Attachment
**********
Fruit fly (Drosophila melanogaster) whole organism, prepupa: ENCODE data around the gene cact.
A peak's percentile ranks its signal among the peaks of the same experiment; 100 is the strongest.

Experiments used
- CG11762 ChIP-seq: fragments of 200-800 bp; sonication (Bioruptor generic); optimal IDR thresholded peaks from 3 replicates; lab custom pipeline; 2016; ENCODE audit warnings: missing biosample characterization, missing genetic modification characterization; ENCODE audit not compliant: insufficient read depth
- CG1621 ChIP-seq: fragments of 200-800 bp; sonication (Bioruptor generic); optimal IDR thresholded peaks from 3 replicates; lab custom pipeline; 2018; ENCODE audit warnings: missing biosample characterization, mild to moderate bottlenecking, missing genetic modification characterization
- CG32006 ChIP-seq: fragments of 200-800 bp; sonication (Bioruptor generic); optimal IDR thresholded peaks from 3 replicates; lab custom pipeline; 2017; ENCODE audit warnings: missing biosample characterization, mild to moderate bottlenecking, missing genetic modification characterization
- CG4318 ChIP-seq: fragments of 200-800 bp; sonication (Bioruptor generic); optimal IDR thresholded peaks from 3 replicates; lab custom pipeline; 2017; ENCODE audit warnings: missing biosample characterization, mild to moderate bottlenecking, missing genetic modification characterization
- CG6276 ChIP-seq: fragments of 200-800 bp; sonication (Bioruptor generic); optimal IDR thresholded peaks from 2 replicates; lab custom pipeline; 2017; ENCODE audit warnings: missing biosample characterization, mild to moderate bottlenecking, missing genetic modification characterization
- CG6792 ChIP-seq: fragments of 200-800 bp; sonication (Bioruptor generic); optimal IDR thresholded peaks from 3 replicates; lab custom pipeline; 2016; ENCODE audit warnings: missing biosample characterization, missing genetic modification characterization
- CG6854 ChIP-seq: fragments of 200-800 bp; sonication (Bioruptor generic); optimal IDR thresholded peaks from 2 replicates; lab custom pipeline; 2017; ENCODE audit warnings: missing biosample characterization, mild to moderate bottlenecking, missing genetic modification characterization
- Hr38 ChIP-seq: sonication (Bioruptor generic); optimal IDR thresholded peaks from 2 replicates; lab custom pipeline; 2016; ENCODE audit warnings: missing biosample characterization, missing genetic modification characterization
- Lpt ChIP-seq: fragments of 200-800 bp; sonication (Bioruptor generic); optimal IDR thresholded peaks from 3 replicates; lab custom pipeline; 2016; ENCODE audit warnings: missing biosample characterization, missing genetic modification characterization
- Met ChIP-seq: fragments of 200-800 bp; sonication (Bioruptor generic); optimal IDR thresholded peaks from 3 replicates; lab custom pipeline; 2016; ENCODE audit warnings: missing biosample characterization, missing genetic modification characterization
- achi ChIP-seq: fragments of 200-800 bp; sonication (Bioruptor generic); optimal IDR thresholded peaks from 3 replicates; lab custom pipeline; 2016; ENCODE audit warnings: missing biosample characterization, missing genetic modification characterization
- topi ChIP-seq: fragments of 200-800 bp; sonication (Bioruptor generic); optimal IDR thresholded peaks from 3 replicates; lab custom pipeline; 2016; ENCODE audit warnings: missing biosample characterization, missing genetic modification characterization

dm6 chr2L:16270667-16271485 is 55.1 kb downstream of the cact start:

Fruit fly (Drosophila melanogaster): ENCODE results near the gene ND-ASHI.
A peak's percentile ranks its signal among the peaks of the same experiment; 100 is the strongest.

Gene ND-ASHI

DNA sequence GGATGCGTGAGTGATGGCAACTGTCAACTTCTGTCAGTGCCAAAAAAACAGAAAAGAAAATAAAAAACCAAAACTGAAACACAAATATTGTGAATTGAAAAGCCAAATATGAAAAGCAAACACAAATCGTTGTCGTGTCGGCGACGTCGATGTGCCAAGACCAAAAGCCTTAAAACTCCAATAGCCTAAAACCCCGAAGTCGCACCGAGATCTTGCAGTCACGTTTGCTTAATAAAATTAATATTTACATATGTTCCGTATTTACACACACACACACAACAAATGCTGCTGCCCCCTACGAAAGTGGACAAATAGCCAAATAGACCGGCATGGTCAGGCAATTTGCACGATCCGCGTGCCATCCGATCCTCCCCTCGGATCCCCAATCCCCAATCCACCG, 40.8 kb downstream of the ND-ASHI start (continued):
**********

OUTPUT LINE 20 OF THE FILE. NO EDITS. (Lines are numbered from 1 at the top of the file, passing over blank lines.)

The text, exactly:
DNA sequence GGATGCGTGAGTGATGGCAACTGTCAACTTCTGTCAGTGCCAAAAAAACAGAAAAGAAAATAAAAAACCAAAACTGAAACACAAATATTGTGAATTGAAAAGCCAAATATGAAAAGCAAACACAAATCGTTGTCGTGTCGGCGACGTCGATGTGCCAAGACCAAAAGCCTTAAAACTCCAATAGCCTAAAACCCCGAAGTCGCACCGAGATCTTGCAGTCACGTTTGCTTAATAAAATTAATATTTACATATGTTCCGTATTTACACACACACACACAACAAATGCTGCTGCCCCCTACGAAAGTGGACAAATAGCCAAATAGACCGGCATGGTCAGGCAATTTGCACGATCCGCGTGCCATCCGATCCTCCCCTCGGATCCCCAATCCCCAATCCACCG, 40.8 kb downstream of the ND-ASHI start (continued):